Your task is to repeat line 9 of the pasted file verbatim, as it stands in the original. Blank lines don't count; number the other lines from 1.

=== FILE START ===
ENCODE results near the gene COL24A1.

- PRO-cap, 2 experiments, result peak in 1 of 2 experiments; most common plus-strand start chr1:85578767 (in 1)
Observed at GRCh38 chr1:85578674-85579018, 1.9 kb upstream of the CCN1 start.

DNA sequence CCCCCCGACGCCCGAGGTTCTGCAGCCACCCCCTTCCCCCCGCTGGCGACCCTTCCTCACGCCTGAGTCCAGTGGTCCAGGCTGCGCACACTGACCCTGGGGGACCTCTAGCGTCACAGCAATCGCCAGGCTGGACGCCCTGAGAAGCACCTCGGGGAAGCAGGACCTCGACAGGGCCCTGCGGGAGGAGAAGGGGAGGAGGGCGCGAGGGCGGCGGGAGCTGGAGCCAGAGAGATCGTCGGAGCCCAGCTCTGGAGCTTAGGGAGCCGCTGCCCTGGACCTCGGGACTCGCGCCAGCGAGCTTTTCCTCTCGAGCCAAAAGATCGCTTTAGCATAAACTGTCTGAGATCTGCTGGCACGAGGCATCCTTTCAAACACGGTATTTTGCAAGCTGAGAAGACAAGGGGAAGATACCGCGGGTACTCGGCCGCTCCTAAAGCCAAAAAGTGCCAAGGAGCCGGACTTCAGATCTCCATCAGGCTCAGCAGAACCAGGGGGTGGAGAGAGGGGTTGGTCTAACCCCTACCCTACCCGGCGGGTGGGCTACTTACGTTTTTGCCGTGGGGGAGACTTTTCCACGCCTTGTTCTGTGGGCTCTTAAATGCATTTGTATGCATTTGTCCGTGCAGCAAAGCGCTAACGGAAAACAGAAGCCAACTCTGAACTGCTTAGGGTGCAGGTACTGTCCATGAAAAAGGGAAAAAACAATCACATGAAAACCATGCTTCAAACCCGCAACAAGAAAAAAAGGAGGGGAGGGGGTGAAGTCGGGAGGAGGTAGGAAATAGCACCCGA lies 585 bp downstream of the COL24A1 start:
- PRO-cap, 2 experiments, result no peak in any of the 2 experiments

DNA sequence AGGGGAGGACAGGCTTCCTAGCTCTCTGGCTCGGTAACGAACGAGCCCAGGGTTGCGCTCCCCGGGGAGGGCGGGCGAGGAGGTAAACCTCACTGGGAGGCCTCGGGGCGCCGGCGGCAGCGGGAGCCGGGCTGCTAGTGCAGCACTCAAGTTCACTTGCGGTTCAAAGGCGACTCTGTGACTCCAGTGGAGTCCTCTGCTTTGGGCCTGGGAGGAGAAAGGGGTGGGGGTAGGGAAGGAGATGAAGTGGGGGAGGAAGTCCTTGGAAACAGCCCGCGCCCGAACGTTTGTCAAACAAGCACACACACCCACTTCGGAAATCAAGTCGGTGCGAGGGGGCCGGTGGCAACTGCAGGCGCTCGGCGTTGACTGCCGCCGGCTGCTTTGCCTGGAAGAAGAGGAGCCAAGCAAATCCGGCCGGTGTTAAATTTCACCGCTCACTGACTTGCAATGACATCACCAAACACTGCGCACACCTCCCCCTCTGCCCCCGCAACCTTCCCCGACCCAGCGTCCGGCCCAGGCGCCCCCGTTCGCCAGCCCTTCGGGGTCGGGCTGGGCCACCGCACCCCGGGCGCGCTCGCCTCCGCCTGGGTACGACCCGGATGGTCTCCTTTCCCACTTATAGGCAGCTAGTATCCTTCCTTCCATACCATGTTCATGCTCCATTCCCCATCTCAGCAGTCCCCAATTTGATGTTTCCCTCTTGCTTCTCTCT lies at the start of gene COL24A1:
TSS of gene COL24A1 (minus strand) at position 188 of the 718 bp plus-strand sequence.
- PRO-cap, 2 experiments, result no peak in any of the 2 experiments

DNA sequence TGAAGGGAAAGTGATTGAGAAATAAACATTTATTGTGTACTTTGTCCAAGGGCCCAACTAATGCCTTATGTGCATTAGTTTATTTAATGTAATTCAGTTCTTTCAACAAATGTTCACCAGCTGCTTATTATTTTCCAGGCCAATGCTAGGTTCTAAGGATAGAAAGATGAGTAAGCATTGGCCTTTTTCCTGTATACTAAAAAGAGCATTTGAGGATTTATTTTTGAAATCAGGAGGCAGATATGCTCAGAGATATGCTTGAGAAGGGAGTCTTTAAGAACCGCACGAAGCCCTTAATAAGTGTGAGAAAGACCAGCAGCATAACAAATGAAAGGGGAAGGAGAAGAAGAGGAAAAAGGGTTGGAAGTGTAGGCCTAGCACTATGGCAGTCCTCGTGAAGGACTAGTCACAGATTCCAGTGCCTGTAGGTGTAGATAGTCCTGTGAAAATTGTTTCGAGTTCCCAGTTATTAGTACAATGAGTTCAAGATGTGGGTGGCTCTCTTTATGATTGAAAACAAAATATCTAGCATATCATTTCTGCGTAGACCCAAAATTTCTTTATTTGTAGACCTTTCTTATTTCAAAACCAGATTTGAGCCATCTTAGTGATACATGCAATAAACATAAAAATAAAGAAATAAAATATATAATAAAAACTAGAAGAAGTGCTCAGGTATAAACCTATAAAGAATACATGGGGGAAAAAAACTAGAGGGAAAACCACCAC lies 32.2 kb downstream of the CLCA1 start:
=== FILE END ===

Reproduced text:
DNA sequence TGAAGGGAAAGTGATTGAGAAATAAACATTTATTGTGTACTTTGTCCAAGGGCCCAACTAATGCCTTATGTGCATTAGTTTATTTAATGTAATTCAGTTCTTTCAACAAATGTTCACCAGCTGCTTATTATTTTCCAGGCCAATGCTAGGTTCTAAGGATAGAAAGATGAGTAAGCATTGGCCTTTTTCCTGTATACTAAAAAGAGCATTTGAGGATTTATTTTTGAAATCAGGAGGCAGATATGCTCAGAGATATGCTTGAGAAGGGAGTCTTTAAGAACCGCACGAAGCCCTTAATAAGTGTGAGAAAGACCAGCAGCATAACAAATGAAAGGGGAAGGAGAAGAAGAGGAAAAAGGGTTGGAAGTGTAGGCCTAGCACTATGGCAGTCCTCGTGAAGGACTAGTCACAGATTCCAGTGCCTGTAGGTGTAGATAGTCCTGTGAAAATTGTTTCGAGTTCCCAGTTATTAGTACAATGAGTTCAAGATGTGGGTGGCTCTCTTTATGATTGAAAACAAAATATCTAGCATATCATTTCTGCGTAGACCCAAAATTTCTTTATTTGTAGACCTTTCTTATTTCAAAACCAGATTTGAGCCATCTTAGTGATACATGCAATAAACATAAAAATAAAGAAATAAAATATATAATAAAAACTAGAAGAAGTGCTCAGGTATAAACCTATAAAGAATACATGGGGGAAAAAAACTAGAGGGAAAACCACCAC lies 32.2 kb downstream of the CLCA1 start: